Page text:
What I’ve Got: Eero Wifi

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Okay, I admit it will likely be many years before I am even in the position to consider buying Eero’s wireless router, so no, I do not have one of these. 

After reading Don Norman’s Living with Complexity, I think that this router fits neatly into he’s trying to say about the value that society places on features in products. In today’s world we suffer from Norman calls “featuritis”, a disease that has no cure but to start again. Norman cites several examples of products that have more perceived value because they have more features. He looks at washing machines, toasters, and other products that can all do many more things than their original function. These products require manuals and often very few of the features are used.

Norman sees a world that tends to shun automation in our appliances, a world in which things are inevitably difficult to use. Complex things and processes are made inappropriately complicated because of marketing and misguided perceptions. There is a bias against simplicity in some products that makes them difficult to use but truly good design doesn’t leave users feeling confused and frustrated at complexity. But at the same time, things do need to be complex because the world is complex.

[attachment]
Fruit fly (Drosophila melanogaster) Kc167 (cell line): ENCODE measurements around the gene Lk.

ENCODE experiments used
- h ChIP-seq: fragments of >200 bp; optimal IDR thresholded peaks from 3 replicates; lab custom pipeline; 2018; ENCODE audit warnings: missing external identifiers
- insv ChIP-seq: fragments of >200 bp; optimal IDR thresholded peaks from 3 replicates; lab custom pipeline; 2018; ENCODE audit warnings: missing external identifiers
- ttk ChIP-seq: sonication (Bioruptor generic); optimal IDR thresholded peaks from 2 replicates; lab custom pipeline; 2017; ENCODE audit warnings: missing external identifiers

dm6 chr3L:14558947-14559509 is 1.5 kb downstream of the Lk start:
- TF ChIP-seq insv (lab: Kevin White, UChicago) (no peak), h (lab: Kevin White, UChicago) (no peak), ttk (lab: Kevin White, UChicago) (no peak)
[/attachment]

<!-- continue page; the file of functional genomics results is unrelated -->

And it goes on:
In this book Norman defines good design as managing complexity and this is something that the Eero router does very well. Instead of requiring users to install software on their computers and configure every fine detail as with a regular router, Eero’s routers take roughly 15 minutes to set up and require nothing more than an smartphone app. Setting up the router is a joy because so many of the gross aspects of setting up a complicated wireless network are automated and require nothing more than input from your smartphone. Eero’s revisioning of the wireless router should be considered as truly great emotional design as well: sometimes we just don’t give a shit about the complicated technical customisations that come with a new gadget; we just want it to work neatly and without confusion. Add to it a sexy exterior and you’ve got a winning wireless router worth its high price. Because why shouldn’t a devices pretty much essential to a modern lifestyle not be well-designed with regular humans in mind?

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